• FourString

        And oh I wasn’t aware GLOCK made a compensated 34 (yes, you got the number right). I always thought you had to go aftermarket like Lone Wolf for that particular model.

    • jiminyt

      Cylinder and Slide will cut your glock slide just like the 18 if you like.

      • FourString

        Very nice. Thanks.

  • Patrick

    I got to shoot one of these at Knob Creek – but they attached a shoulder stock to it so we wouldn’t shoot down the Huey circling overhead. Very fun gun, but better as an anti-aircraft piece for use against Cesna 172’s on bombing runs. Still want one – stupid Hughes Amendment!

  • “Limited use” unless your name is Morpheus:



  • MrSatyre

    I have quite a few 33 round mags for my G23C. So freakin’ cheap, so why not?

  • 17, it’s fun.
    Anyone know how to do it.

  • 17, it’s fun.
    Anyone know how to do it.

  • I had the opportunity to fire a Glock 18 a couple of years ago, and thought it was hilarious. Effective range on full-auto (i.e. to place all of the bullets on a human target) about one metre.

    I then tried it with an accessory shoulder stock and the grouping was very much tighter – comparable with an SMG. The problem was that the stock was several times larger than the gun, making the whole contraption bigger than an SMG – which rather defeats the purpose.

    The classic “solution looking for a problem” IMO.

    • Alex-mac

      Well, when you need to blow someone away at one meter distance, only a Glock 18C will do.

      • mosinman

        actually i think one of those serbu shotguns would be better for that one meters shot ;D

      • Alex-mac

        More like a sawed off double barrel shot pistol, the 18C would provide around equal if not superpower sub 1 meter firepower.

  • Andrew

    Can someone teach that guy a decent stance?

    • Hey Andrew,

      That is me, the photographer (and poster). I’m right handed and left eye dominant, so my stance (particularly with a 40lb camera bag on my back) may be a little unorthodox, but I’d lay odds that I can outshoot most folks here… 😉

  • gir6543

    i thought it was mandatory to hold those pistols sideways and mag dump when firing them. this video is confusing

  • Thomas

    In the dim past, I did evaluation tests on both the Beretta 93r and the H&K VP70. Both were fully automatic pistols with 3-round burst controls, and the VP70 required the stock be attached for the full auto function to work. While they were found to be effective, in certain situations, they never caught on because sub-machine guns do the job better. The same is true of the GLOCK 18. It is a good novelty piece, but the usefulness is low.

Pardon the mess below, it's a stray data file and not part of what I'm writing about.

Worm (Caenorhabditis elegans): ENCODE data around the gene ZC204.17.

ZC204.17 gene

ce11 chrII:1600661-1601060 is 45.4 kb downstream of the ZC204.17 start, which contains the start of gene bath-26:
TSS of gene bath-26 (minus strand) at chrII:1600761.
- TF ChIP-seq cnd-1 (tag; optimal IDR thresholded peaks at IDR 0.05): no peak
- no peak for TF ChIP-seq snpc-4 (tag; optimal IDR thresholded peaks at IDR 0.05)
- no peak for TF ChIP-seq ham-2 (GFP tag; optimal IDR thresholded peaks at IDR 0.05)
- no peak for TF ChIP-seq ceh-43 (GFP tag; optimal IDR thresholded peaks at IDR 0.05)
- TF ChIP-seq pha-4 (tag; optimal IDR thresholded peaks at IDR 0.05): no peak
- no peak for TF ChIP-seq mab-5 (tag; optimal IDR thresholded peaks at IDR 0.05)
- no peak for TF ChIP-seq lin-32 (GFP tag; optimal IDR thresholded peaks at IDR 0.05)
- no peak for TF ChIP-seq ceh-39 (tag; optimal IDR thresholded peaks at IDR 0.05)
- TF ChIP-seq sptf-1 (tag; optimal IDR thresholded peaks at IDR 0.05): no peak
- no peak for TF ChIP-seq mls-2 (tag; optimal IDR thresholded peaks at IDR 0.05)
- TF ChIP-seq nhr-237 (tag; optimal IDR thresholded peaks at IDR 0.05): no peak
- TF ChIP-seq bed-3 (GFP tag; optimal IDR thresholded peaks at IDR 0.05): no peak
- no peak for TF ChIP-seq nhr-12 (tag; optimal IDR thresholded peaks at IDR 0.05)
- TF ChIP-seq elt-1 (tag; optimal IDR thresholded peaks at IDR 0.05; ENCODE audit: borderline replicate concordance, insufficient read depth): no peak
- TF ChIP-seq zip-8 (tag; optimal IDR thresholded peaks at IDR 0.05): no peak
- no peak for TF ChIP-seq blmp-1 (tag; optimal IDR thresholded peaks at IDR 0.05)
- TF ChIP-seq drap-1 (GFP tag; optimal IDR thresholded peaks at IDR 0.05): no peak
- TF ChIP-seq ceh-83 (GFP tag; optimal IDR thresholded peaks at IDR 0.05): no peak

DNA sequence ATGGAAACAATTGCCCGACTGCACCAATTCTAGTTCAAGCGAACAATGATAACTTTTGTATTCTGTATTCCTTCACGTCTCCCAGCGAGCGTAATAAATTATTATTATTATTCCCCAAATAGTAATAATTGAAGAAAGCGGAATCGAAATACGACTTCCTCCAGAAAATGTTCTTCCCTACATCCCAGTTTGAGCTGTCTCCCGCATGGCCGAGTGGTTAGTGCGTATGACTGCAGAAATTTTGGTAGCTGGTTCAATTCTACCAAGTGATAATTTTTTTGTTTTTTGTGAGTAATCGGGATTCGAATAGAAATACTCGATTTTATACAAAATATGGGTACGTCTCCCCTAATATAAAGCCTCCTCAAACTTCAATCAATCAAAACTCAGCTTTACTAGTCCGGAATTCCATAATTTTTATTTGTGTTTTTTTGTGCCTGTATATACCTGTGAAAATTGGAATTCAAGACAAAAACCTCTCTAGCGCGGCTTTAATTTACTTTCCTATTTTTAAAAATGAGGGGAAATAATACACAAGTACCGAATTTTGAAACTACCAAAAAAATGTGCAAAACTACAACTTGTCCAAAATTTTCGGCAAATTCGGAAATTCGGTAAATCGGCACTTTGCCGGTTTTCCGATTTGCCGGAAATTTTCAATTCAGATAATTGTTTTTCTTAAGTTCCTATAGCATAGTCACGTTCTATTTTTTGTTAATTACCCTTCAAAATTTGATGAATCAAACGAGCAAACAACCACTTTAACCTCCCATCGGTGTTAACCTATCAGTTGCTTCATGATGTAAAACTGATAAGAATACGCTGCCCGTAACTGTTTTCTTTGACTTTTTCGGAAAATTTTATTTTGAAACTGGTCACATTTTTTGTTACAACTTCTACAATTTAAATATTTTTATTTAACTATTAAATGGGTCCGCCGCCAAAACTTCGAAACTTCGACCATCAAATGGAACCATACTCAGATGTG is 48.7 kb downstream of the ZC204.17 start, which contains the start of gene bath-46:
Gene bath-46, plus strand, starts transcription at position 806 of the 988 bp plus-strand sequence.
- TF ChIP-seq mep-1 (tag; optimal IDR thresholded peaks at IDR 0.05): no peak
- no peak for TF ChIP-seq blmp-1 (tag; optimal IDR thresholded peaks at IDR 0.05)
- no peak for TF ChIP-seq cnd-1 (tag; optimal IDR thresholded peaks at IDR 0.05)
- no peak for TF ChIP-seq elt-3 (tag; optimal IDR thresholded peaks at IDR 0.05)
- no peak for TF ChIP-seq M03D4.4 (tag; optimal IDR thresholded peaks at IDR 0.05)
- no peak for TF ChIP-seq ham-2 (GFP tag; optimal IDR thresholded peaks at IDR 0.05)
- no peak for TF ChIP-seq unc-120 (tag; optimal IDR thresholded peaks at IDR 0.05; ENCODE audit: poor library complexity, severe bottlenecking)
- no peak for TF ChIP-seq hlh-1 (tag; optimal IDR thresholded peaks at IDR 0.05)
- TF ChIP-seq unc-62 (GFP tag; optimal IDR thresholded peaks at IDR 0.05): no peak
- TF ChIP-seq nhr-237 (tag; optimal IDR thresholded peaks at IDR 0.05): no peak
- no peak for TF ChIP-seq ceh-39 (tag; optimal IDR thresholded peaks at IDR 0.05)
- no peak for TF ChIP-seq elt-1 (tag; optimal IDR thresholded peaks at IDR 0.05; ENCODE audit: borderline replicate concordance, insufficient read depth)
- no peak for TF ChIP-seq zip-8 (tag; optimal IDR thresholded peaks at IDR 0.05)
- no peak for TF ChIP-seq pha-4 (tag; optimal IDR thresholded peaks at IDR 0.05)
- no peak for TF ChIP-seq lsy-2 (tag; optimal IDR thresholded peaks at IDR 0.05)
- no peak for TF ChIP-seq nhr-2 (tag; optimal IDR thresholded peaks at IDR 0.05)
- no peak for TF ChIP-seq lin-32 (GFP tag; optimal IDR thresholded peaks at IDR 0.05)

But fully automatic pistols are sure cool to shoot. The Mauser M1932 Schnellfeuer still being my favorite.

  • If I could only own one gun, it would be the Glock 18.

    • fw226

      Is it possible to own one of these as a civilian? I don’t particularly want one, but I’ve always been curious what you would need to do in the US.

      • Rob

        Yes, an American citizen can own one. Getting one legally though is a bit complicated.

        First, you’d have to find one for sale, which may be difficult because it’d have to of been manufactured and sold before 1986. Since the supply is so small, expect it to cost an arm and a leg (prices for full auto firearms start at $3000-$5000, and go WAY up from there, depending on rarity and caliber).

        After you’ve set the deal up, you’d then need to apply for an NFA tax stamp. This involves getting the form from the ATF, getting your local LEO’s authorization, paying a $200 fee, and then sending the whole shebang back to the ATF and waiting several months for them to complete a very thorough background check. IF they decide that you’ve passed, then you can finally take possession.

        This all assumes that you live in a state that allows residents to own full auto firearms. Many do not. You’ll have to check your local laws before you decide to go shopping.

      • Komrad

        In addition to ROb’s comment, there is also the issue of the lack of ANY Glock 18s registered as transferable pre ’86 so there aren’t even any that could be purchased. If there are any, there are almost certainly less than a dozen or two, which means that prices are probably going to start at $15000-$20000 at least. You may be able to find a converted Glock 17.